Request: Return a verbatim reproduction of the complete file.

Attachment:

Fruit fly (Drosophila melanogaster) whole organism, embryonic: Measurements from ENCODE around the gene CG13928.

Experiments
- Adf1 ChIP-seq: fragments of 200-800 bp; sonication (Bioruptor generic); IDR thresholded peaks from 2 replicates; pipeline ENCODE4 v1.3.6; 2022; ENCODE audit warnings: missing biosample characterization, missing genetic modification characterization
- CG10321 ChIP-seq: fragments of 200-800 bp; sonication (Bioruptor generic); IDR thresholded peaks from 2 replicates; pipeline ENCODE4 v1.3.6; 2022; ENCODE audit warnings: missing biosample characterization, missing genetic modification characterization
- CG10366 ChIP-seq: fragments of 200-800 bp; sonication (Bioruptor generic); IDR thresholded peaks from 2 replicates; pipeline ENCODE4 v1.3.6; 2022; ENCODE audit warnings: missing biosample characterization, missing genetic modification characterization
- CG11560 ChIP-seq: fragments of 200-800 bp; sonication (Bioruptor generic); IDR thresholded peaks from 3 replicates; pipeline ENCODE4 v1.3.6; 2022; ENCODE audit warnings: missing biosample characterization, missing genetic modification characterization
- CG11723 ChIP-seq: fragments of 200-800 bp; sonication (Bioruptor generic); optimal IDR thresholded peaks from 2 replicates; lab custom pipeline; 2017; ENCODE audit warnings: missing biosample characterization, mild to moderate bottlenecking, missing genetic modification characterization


Fruit fly (Drosophila melanogaster) whole organism, embryonic: Measurements from ENCODE around the gene CG13928.

Experiments
- Adf1 ChIP-seq: fragments of 200-800 bp; sonication (Bioruptor generic); IDR thresholded peaks from 2 replicates; pipeline ENCODE4 v1.3.6; 2022; ENCODE audit warnings: missing biosample characterization, missing genetic modification characterization
- CG10321 ChIP-seq: fragments of 200-800 bp; sonication (Bioruptor generic); IDR thresholded peaks from 2 replicates; pipeline ENCODE4 v1.3.6; 2022; ENCODE audit warnings: missing biosample characterization, missing genetic modification characterization
- CG10366 ChIP-seq: fragments of 200-800 bp; sonication (Bioruptor generic); IDR thresholded peaks from 2 replicates; pipeline ENCODE4 v1.3.6; 2022; ENCODE audit warnings: missing biosample characterization, missing genetic modification characterization
- CG11560 ChIP-seq: fragments of 200-800 bp; sonication (Bioruptor generic); IDR thresholded peaks from 3 replicates; pipeline ENCODE4 v1.3.6; 2022; ENCODE audit warnings: missing biosample characterization, missing genetic modification characterization
- CG11723 ChIP-seq: fragments of 200-800 bp; sonication (Bioruptor generic); optimal IDR thresholded peaks from 2 replicates; lab custom pipeline; 2017; ENCODE audit warnings: missing biosample characterization, mild to moderate bottlenecking, missing genetic modification characterization